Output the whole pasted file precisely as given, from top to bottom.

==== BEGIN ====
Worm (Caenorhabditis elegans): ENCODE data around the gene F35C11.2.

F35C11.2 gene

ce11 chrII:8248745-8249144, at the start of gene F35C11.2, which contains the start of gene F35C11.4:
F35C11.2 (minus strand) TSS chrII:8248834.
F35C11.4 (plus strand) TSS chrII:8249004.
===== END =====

Worm (Caenorhabditis elegans): ENCODE data around the gene F35C11.2.

F35C11.2 gene

ce11 chrII:8248745-8249144, at the start of gene F35C11.2, which contains the start of gene F35C11.4:
F35C11.2 (minus strand) TSS chrII:8248834.
F35C11.4 (plus strand) TSS chrII:8249004.